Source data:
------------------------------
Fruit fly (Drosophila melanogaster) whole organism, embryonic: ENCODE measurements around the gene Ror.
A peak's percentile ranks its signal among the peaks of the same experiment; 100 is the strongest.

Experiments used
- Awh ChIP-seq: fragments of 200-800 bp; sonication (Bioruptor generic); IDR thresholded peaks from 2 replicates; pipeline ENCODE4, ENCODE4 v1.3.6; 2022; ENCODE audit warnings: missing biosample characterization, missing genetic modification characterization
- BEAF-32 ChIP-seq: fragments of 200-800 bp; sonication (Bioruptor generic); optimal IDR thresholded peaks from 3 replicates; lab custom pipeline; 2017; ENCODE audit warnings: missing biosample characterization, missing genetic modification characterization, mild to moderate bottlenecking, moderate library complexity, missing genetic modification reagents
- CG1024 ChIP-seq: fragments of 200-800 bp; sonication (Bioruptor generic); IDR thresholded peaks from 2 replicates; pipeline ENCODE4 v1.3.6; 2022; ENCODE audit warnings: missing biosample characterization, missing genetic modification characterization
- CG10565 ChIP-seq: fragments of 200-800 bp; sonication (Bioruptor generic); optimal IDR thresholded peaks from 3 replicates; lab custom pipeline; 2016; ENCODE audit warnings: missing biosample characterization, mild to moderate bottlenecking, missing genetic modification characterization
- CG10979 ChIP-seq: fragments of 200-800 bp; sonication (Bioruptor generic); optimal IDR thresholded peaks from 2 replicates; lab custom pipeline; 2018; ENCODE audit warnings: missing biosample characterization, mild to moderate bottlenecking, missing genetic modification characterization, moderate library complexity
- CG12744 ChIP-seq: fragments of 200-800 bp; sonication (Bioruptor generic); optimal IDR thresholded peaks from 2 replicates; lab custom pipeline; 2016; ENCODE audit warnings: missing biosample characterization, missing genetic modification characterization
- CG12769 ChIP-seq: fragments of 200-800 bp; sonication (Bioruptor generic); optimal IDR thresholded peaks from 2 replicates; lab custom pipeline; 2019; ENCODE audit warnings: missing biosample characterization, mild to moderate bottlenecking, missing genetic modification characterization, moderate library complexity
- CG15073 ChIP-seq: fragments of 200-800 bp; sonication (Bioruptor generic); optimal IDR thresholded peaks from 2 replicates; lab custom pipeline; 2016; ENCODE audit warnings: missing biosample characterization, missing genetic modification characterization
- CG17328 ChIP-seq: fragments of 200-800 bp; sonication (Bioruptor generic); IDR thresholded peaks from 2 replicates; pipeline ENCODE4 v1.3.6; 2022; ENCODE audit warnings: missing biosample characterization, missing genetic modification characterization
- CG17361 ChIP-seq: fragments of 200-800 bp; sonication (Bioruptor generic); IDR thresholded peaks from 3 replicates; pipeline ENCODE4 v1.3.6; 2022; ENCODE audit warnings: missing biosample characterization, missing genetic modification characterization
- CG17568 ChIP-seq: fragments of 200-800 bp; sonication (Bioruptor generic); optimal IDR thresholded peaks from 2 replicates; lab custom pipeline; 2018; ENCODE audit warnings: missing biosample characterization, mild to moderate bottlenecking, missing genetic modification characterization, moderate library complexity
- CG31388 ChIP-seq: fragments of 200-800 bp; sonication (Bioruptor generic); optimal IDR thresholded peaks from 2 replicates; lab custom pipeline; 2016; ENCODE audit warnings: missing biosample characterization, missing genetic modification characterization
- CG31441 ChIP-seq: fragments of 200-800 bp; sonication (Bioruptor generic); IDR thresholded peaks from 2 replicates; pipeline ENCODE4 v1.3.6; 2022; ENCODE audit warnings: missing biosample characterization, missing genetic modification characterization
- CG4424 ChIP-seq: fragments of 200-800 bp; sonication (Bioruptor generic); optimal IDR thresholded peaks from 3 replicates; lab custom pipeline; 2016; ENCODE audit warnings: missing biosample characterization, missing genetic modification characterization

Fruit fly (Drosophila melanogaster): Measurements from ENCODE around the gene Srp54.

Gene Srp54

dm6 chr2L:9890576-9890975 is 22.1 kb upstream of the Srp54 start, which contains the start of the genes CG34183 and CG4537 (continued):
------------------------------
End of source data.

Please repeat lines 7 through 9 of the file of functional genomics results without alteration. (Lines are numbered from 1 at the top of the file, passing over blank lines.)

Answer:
- CG10565 ChIP-seq: fragments of 200-800 bp; sonication (Bioruptor generic); optimal IDR thresholded peaks from 3 replicates; lab custom pipeline; 2016; ENCODE audit warnings: missing biosample characterization, mild to moderate bottlenecking, missing genetic modification characterization
- CG10979 ChIP-seq: fragments of 200-800 bp; sonication (Bioruptor generic); optimal IDR thresholded peaks from 2 replicates; lab custom pipeline; 2018; ENCODE audit warnings: missing biosample characterization, mild to moderate bottlenecking, missing genetic modification characterization, moderate library complexity
- CG12744 ChIP-seq: fragments of 200-800 bp; sonication (Bioruptor generic); optimal IDR thresholded peaks from 2 replicates; lab custom pipeline; 2016; ENCODE audit warnings: missing biosample characterization, missing genetic modification characterization